Choices in Rendering Quaternion Fractals

Quaternion Mandelbrot set
Quaternion Julia set

We need a startegy to get from 4 dimensional patterns to 2 dimensions. We assume that our function f(z) (z quaternion) is a polynomial with real coefficients, and that it only contains powers of even degree (e.g. f(z) = pz^2 + qz^4), for then the three-dimensional subspace spanned by 1, i and j is left invariant by the iterations, and therefore we can restrict ourselves to this space. The critical points are complex numbers lying symmetrically around the x-axis, and we construct the Mandelbrot set from a finite critical point and ∞. A Julia set is a fractal surface, and we ought to have two ways of drawing: the filled-in Julia set, which is the complement to the Fatou domain containing ∞, and a Julia set with field lines in the inner Fatou domains (partly because there is nothing to see in an inner Fatou domain, and that the field lines are very decorative, partly because the picture is drawn faster when the domain is filled with field lines, because these lines stop the drawing procedure).

In the space we imagine a plane parallel with the x,y-plane with which we intersect the fractal and look at the part of it lying back (or "below") the plane. The intensity of the light is determined by the distance "down" to the fractal. The intersection plane parallel with the base plane (the x,y-plane) is given by a height h. For the Mandelbrot set the height must be positive, as we are not interested in the part lying under the x,y-plane (because the Mandelbrot set is symmetric around the base plane and abates on the opposite side). The nuance of the colour is calculated by consecutive estimations of the distance to the boundary and, on the basis of these estimations, approximations in steps becoming smaller and smaller. If the boundary is too thin, the sequence of approximation may jump past the fractal (giving a black dot).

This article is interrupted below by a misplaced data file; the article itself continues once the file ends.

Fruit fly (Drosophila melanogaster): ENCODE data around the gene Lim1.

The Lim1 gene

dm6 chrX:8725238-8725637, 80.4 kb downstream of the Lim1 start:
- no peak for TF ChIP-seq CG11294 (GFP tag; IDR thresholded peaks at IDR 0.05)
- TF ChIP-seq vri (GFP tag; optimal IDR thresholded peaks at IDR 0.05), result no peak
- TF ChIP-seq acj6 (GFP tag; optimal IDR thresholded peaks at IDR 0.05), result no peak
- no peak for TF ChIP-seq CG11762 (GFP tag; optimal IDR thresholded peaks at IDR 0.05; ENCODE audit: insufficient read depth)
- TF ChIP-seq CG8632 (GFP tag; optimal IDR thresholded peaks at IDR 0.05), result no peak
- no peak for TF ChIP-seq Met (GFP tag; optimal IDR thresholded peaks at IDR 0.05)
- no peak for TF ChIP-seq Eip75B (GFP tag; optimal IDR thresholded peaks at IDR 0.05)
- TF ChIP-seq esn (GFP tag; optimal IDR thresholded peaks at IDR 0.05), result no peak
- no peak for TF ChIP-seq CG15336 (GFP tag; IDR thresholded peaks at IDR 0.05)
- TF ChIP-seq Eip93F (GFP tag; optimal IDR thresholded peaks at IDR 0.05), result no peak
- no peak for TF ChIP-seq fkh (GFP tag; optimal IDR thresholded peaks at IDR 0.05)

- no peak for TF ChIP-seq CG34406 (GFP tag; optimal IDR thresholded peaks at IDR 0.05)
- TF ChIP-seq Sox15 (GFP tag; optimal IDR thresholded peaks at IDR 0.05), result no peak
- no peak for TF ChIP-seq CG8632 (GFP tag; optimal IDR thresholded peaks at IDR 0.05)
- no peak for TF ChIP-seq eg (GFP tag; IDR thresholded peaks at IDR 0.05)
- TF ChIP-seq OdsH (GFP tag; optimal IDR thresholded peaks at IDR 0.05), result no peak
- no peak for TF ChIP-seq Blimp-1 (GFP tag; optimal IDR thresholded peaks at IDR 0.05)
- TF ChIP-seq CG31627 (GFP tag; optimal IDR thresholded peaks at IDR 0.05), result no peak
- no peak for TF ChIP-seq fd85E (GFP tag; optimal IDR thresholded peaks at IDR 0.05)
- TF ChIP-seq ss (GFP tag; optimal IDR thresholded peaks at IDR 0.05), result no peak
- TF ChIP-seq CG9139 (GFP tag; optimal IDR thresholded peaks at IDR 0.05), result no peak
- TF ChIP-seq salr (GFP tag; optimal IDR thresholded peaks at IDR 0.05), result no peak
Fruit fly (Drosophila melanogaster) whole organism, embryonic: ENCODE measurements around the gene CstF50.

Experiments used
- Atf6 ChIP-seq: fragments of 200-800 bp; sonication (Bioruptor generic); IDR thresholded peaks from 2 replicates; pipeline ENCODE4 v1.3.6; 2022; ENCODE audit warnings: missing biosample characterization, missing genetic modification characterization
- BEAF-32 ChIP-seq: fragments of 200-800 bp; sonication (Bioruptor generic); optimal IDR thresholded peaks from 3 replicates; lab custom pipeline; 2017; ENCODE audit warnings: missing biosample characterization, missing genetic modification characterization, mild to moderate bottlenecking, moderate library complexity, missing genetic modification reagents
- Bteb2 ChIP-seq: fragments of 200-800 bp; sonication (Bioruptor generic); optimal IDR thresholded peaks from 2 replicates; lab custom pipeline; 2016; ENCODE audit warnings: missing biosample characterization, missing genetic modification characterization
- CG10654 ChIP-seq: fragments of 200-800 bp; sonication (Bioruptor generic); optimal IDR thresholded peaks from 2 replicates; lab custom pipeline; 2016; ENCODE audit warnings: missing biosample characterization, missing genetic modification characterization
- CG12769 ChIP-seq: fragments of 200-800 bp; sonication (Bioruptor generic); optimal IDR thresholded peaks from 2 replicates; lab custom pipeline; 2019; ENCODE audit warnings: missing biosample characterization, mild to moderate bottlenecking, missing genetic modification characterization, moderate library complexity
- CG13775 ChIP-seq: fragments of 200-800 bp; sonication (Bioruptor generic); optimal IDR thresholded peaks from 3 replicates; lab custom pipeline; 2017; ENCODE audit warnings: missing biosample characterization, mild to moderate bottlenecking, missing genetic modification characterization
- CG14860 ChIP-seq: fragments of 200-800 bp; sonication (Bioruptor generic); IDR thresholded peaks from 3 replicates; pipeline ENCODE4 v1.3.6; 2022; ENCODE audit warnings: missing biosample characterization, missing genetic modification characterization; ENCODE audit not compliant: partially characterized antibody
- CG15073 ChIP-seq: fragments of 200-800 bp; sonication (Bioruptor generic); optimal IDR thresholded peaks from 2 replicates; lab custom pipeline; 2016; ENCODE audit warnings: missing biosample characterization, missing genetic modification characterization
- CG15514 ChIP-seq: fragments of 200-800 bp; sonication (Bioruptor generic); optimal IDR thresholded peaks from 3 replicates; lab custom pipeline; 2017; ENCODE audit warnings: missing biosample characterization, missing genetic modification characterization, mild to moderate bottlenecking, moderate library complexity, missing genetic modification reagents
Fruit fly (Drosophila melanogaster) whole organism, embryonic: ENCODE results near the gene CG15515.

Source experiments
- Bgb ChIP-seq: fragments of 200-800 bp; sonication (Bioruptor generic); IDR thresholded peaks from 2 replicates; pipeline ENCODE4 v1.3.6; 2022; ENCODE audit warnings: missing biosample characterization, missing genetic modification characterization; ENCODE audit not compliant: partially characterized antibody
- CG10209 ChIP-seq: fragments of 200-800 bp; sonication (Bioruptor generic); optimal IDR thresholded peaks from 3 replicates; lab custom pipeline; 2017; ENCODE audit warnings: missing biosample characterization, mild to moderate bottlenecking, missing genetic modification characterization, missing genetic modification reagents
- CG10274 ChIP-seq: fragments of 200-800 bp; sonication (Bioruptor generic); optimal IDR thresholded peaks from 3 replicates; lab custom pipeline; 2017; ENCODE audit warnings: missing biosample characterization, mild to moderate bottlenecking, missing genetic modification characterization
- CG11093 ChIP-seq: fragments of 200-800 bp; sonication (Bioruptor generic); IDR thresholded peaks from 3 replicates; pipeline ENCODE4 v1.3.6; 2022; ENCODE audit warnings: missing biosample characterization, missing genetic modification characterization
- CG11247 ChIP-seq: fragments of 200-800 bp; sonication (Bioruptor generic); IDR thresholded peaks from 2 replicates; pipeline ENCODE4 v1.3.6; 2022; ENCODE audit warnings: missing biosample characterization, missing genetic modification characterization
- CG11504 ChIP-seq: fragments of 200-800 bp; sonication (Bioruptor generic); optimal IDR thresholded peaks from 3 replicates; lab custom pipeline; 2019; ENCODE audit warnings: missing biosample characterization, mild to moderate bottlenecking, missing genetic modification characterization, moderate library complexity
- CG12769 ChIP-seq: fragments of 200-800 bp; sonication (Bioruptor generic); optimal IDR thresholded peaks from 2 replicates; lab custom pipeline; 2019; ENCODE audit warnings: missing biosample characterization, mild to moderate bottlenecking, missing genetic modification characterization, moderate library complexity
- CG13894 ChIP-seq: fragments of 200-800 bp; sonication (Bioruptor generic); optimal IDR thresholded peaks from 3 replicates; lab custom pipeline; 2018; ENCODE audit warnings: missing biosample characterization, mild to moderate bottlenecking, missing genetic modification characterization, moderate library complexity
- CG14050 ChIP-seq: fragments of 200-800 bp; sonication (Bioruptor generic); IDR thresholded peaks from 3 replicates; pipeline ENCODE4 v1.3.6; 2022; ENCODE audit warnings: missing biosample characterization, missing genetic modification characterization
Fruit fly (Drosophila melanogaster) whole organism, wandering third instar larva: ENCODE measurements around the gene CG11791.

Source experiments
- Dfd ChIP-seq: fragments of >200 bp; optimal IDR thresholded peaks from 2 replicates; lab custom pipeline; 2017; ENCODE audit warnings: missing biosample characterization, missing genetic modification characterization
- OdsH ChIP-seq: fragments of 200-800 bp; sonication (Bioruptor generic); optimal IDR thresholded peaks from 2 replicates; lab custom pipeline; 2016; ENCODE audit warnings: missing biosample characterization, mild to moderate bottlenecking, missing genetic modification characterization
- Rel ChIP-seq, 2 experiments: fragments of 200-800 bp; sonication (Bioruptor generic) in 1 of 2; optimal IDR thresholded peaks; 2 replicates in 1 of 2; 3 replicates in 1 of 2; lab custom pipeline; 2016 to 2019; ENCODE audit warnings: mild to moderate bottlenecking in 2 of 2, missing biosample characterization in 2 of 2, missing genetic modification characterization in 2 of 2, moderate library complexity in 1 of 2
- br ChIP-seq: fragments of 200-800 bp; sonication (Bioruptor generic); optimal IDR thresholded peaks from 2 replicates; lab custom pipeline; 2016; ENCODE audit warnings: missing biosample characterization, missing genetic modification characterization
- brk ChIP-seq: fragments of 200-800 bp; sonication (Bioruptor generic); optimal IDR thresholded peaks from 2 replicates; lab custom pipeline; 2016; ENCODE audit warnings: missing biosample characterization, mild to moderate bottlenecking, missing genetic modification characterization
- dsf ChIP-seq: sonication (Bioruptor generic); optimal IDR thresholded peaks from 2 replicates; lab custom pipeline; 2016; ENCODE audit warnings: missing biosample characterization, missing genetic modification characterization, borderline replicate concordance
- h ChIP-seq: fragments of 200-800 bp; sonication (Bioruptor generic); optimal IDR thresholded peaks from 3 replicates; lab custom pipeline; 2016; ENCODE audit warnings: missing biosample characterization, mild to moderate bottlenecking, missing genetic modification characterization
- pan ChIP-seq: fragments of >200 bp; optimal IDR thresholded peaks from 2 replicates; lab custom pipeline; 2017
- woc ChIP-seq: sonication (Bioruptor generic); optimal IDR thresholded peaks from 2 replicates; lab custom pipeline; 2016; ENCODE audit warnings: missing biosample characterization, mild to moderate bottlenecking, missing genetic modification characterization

Technical Detail of Calculation

We can let the next step down be half of the estimated distance, but we must arrange the program so that we can make the steps smaller if there are faults in the picture. We must choose a little number stepmin, so that if the calculated step u is smaller than this number, we set u = stepmin. For each step, we add the calculated step to a number starting with 0, and when we have reached the boundary (or the interior of the Mandelbrot set or a filled-in Julia set or a field line), we divide the distance by the highest allowable distance, which in case of a Mandelbrot set is the height h of the plane, and in case of a Julia set is h + the maximum distance we can go below the base plane (e.g. 2). The result is a number in the interval [0, 1], and we construct a grey-tone scale indexed by the numbers t in this interval, such that 0 corresponds to white and 1 to black. We can, for instance, let the colour have (equal) RGB-values that are the integral part of the number 255/(1+turndown+tan(t \pi/2)/intensity)^{exponent}, with three parameters to adjust the nuance.